Insight & Analysis

Questions remain over UAE’s regulatory status

Published: Mar 2024

The removal of the UAE from the Financial Action Task Force’s ‘grey list’ should boost investment in the nation, as well as reduce compliance costs for financial institutions and companies that do business there. There are, however, questions that remain over the UAE’s ability to tackle financial crime.

Blocks with questions marks

The United Arab Emirates (UAE) has been given a boost with its removal from the ‘grey list’ of countries under scrutiny for money laundering and the financing of terrorism. While many observers point to the actions the nation has taken to improve its regulatory regime, there are others for whom concerns remain.

At the end of February, the Financial Action Task Force (FATF) – the global body that tackles the flow of illicit money – announced the UAE no longer needed increased monitoring for ‘strategic deficiencies’.

Although the FATF does not issue penalties or punishment for being on the ‘grey list’, other countries use the FATF’s judgment as a benchmark and sign of confidence. As a result, the UAE has taken action to get back in the league of nations that have the FATF stamp of approval.

The UAE was put on the ‘grey list’ in February 2022, and since then has bolstered its defences. The FATF is now satisfied the nation has strengthened the effectiveness of its regulatory regime to combat money laundering and terrorism financing.

The law firm Herbert Smith Freehills, in an article on its website, comments that since the initial FATF action, the UAE has prioritised overhauling its compliance framework. Its actions include creating an executive office to counter money laundering and terrorist financing and establishing a court that focuses on financial crimes, for example.

The removal from the ‘grey list’, say Herbert Smith Freehills, “is likely to increase investor confidence in the UAE’s regulatory framework. With this, it is anticipated there will be greater foreign capital inflows and reduced compliance costs and costs of borrowing.”

Overall, it is expected there will be more trust and confidence in the UAE – which includes Dubai and Abu Dhabi – and its standing will increase in the international community. Interestingly, fDi Intelligence notes that foreign direct investment was not impacted by the FATF action in 2022. In fact, investment in the UAE has steadily increased since 2020.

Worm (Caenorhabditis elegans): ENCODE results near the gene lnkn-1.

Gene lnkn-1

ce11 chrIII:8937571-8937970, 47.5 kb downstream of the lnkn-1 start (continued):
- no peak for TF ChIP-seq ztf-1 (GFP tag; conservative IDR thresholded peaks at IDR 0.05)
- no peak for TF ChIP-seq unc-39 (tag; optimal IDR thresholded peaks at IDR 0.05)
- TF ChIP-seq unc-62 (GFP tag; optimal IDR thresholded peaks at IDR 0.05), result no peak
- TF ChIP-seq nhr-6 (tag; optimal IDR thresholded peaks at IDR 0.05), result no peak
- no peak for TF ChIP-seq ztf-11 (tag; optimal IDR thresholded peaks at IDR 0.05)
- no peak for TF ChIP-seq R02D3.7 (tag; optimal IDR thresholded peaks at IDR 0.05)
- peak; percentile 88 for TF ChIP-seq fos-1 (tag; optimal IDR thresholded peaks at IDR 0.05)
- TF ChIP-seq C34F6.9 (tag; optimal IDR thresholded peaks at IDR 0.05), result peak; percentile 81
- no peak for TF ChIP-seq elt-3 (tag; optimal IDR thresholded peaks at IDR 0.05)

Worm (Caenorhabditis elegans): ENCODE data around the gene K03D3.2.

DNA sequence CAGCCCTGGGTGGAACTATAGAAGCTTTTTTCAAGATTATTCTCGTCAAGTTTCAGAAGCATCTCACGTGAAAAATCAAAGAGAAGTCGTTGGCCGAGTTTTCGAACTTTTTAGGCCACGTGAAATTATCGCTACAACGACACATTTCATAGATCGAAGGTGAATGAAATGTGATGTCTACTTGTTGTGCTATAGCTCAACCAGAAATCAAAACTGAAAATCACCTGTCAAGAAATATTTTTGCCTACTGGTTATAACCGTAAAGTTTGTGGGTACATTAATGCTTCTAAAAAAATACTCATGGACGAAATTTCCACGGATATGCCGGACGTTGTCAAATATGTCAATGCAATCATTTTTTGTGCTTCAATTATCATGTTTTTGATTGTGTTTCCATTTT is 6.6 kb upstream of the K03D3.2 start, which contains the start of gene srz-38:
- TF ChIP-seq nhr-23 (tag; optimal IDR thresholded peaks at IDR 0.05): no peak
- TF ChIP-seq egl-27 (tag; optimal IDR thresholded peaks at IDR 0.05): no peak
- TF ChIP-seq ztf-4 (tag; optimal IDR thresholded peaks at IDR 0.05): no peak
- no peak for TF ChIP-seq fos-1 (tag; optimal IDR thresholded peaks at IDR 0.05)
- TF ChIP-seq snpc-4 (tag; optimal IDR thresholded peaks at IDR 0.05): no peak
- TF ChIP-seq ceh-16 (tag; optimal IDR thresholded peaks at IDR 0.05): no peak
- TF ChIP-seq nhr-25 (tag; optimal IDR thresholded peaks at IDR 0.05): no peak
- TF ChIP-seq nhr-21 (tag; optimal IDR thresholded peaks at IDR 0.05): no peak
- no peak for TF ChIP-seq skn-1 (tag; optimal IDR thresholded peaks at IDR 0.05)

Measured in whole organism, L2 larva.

Despite this enthusiasm for doing business in the UAE, in some quarters there are still concerns. Transparency International, for example, in a letter to the FATF said the UAE had more to do, and cited allegations related to sanctioned individuals. “Transparency International was able to determine that at least three individuals who have been collectively designated by Australia, France, Switzerland and New Zealand in connection to Russia’s invasion in Ukraine still own properties in Dubai,” the letter stated.

There are concerns that the removal from the FATF’s ‘grey list’ could also be sending a misleading message to investors. Ben Keith, Barrister at 5 St Andrew’s Hill, raises concerns over the UAE’s lack of independent judiciary and limited transparency of business ownership, for example. He told Treasury Today: “The removal of the UAE from the FATF ‘grey list’ is extraordinary. The UAE has become a hub for dirty money, it is a high-risk business environment without proper regulation or adherence to the rule of law. The UAE has become a hub for the sheltering and laundering of Russian assets sanctioned as a result of the Ukraine war. This policy is completely at odds with the FATF deciding to remove the UAE from the ‘grey list’. The overwhelming evidence is that any business which comes into conflict with Royal and state interests is at risk of detention, torture and unfair trial.

Meanwhile, in February 2024, the European Securities and Markets Authority (ESMA) – the financial markets regulator for the EU – put the Dubai Commodities Clearing Corporation (DCCC) on its blacklist because of concerns about money laundering, effectively banning European banks from clearing trades on its infrastructure.

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